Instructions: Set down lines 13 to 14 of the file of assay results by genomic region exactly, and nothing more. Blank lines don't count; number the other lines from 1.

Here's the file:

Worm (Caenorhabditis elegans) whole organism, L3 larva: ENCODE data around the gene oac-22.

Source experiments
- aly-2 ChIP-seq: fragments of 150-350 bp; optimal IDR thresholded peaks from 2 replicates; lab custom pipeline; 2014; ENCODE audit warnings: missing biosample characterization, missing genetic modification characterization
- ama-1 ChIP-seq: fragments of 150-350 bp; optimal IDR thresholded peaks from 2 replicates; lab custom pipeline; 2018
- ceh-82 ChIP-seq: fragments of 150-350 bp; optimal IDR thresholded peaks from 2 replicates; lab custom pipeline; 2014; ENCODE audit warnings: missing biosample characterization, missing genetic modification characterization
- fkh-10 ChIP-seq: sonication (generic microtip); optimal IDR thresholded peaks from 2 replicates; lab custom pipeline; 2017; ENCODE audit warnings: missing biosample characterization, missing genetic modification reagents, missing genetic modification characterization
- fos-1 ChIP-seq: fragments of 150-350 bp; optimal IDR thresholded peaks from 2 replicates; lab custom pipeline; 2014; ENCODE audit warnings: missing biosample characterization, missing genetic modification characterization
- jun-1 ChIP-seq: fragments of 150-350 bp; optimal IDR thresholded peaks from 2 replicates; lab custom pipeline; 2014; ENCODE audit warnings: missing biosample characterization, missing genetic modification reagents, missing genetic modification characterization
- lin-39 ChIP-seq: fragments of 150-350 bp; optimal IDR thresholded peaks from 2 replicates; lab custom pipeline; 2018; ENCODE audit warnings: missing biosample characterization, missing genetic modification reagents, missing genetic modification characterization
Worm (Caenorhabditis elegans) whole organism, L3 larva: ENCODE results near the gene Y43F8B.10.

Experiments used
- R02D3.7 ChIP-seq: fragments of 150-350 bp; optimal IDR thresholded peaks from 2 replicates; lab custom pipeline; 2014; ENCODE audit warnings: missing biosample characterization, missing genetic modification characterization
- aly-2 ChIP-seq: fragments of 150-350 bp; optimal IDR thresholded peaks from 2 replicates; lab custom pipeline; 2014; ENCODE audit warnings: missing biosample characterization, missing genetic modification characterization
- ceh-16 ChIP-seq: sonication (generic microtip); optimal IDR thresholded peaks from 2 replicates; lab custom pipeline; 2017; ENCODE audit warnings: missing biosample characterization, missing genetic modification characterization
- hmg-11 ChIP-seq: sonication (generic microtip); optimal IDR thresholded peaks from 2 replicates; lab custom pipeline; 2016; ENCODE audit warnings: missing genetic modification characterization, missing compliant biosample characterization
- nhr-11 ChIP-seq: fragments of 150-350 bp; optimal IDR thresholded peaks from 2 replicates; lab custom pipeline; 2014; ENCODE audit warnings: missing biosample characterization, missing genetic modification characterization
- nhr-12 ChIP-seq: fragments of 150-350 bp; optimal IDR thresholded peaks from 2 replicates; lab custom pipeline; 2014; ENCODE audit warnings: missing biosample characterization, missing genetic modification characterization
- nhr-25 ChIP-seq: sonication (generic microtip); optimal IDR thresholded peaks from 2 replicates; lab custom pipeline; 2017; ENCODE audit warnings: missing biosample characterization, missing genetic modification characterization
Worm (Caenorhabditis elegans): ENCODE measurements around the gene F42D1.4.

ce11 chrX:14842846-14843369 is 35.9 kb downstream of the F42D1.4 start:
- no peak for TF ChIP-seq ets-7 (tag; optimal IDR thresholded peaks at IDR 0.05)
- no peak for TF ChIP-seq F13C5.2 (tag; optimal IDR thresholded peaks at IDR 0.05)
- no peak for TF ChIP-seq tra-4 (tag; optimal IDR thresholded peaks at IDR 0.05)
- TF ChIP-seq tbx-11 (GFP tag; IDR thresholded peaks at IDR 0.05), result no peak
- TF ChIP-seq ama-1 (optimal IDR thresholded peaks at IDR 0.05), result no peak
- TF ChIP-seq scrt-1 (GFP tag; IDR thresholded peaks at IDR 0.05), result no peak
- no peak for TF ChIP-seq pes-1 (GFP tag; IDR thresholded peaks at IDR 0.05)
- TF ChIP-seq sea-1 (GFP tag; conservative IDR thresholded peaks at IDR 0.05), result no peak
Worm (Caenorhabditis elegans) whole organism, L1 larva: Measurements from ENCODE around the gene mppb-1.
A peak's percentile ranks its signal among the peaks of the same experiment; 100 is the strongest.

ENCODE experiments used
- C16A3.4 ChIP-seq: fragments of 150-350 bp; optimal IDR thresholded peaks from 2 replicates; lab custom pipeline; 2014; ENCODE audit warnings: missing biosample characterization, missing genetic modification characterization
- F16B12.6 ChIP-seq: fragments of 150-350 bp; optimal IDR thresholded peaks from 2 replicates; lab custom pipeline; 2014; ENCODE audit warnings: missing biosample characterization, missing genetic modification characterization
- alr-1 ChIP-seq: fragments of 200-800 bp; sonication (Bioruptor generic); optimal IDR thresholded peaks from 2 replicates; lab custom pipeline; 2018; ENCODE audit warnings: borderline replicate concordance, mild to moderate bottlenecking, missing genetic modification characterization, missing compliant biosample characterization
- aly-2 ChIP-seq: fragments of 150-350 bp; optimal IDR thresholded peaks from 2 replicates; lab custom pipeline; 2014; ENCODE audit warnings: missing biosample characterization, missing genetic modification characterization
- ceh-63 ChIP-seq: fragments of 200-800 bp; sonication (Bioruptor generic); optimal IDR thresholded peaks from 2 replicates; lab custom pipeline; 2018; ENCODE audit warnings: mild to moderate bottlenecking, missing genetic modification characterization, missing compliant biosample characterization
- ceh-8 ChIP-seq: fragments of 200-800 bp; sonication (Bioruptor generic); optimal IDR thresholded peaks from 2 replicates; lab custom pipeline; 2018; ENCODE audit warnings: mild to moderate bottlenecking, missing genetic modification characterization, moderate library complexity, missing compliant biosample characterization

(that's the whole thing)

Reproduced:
- aly-2 ChIP-seq: fragments of 150-350 bp; optimal IDR thresholded peaks from 2 replicates; lab custom pipeline; 2014; ENCODE audit warnings: missing biosample characterization, missing genetic modification characterization
- ceh-16 ChIP-seq: sonication (generic microtip); optimal IDR thresholded peaks from 2 replicates; lab custom pipeline; 2017; ENCODE audit warnings: missing biosample characterization, missing genetic modification characterization